"DNA Viral Diversity, Abundance, and Functional Potential Vary across Grassland Soils with a Range of Historical Moisture Regimes"
Soil viruses are abundant, but the influence of the environment and climate on soil viruses remains poorly understood. Here, we addressed this gap by comparing the diversity, abundance, lifestyle, and metabolic potential of DNA viruses in three grassland soils with historical differences in average annual precipitation, low in eastern Washington (WA), high in Iowa (IA), and intermediate in Kansas (KS). Bioinformatics analyses were applied to identify a total of 2,631 viral contigs, including 14 complete viral genomes from three deep metagenomes (1 terabase [Tb] each) that were sequenced from bulk soil DNA. An additional three replicate metagenomes (∼0.5 Tb each) were obtained from each location for statistical comparisons. Identified viruses were primarily bacteriophages targeting dominant bacterial taxa. Both viral and host diversity were higher in soil with lower precipitation. Viral abundance was also significantly higher in the arid WA location than in IA and KS. More lysogenic markers and fewer clustered regularly interspaced short palindromic repeats (CRISPR) spacer hits were found in WA, reflecting more lysogeny in historically drier soil. More putative auxiliary metabolic genes (AMGs) were also detected in WA than in the historically wetter locations. The AMGs occurring in 18 pathways could potentially contribute to carbon metabolism and energy acquisition in their hosts. Structural equation modeling (SEM) suggested that historical precipitation influenced viral life cycle and selection of AMGs. The observed and predicted relationships between soil viruses and various biotic and abiotic variables have value for predicting viral responses to environmental change.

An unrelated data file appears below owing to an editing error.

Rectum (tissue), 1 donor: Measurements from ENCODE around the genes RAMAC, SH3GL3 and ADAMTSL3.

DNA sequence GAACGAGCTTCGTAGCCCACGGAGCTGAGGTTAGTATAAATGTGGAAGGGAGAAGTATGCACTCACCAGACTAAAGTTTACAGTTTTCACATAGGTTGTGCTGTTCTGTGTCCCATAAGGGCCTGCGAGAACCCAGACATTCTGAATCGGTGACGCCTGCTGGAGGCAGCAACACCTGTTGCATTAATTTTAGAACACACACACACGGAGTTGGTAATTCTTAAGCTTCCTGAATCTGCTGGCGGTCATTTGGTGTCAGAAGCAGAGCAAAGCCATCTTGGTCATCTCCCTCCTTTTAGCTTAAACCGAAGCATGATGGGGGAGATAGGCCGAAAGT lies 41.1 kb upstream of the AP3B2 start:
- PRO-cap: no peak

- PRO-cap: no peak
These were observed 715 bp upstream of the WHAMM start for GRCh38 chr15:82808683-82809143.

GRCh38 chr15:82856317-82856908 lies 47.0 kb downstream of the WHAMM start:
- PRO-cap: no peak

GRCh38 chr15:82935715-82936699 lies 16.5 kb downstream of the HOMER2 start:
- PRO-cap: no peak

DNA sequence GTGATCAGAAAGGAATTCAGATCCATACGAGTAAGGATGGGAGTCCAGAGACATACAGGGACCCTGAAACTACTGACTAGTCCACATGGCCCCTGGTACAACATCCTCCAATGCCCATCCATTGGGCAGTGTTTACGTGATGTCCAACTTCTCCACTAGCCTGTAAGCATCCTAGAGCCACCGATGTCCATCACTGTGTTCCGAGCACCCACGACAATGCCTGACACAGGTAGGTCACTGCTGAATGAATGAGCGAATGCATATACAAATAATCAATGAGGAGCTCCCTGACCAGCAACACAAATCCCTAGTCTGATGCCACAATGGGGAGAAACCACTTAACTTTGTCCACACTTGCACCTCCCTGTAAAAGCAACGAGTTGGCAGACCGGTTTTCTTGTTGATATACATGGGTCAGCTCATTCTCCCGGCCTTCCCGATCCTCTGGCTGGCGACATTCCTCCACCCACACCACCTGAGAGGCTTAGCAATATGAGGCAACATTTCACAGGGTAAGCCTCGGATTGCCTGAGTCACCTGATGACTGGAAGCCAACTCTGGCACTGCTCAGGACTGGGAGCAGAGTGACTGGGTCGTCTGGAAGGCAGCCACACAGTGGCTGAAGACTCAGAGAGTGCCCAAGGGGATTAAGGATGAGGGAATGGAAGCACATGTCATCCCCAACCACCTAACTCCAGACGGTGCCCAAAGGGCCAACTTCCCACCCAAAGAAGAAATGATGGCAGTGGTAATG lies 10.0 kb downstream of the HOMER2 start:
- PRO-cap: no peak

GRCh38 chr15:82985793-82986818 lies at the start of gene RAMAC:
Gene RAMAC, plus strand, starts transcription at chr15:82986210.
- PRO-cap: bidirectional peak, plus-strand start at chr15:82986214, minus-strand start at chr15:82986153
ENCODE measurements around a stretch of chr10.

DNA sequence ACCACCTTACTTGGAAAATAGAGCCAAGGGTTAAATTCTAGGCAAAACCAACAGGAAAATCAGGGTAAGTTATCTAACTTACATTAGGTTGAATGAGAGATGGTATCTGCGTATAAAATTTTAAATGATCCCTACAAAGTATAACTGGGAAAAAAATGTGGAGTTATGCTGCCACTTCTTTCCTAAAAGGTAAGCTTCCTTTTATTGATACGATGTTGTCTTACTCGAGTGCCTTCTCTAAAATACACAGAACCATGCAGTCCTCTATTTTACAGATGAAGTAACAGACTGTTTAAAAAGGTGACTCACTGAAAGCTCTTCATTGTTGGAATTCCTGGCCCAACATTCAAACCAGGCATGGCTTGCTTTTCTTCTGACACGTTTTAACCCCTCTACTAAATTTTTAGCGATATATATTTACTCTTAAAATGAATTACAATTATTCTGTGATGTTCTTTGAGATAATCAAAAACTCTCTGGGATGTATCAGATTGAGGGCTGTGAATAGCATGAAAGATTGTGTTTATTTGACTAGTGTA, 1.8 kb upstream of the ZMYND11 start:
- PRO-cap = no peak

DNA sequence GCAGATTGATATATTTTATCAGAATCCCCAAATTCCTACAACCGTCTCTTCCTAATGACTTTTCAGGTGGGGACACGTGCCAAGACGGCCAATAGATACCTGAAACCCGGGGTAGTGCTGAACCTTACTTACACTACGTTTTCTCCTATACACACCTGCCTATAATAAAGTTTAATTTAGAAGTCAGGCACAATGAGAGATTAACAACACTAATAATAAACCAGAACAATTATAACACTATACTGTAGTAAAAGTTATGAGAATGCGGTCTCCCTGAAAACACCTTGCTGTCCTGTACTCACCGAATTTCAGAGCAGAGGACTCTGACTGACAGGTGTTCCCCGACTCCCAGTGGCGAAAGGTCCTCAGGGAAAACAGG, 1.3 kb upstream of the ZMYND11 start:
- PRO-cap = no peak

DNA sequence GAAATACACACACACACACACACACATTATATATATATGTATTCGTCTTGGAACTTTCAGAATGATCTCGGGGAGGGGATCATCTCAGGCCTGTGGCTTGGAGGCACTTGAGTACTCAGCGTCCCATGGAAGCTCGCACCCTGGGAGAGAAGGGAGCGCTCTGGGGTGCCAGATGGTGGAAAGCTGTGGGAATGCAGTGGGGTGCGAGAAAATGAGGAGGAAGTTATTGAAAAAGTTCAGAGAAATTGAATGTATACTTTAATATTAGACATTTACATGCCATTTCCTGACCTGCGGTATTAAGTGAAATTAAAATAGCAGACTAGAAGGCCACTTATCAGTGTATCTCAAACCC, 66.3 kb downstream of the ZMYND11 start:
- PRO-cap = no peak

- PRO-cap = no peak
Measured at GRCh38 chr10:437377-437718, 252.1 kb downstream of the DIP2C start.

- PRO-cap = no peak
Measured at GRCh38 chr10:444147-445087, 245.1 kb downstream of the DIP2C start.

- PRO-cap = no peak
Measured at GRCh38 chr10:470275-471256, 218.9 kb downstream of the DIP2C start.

Terabase soil metagenome samples were collected from Washington State University’s Irrigated Agriculture Research and Extension Center (IAREC), Konza Prairie Biological Station (KPBS), and Iowa State University’s Comparison of Biofuel Systems (COBS). Soil samples were collected from the same independent soil site collection tubes as the first Terabase Metagenome release, however were not pooled prior to sequencing as referenced in versions 1.0 for all three sites. The versions described in this paper are the second version (2.0), for which dataset downloads contain raw read sequencing files, assembly files, functional annotations, MIMS.me.soil.5.0 metadata information, and a dataset download “Read Me” file.
KEYWORDS: lysogeny, auxiliary metabolic gene, grassland soil, metagenome, soil bacteriophage, soil virus
Wu R, Davison MR, Nelson WC, Graham EB, Fansler SJ, Farris Y, Bell SL, Godinez I, Mcdermott JE, Hofmockel KS, Jansson JK. DNA Viral Diversity, Abundance, and Functional Potential Vary across Grassland Soils with a Range of Historical Moisture Regimes. mBio. 2021 Nov 2;12(6):e0259521. 10.1128/mBio.02595-21
The Phenotypic Response of the Soil Microbiome to Environmental Perturbations Project (Soil Microbiome) at Pacific Northwest National Laboratory is a Genomic Sciences Program Science Focus Area (SFA) Project operating under the Environmental Microbiome Science Research Area. The Soil Microbiome SFA...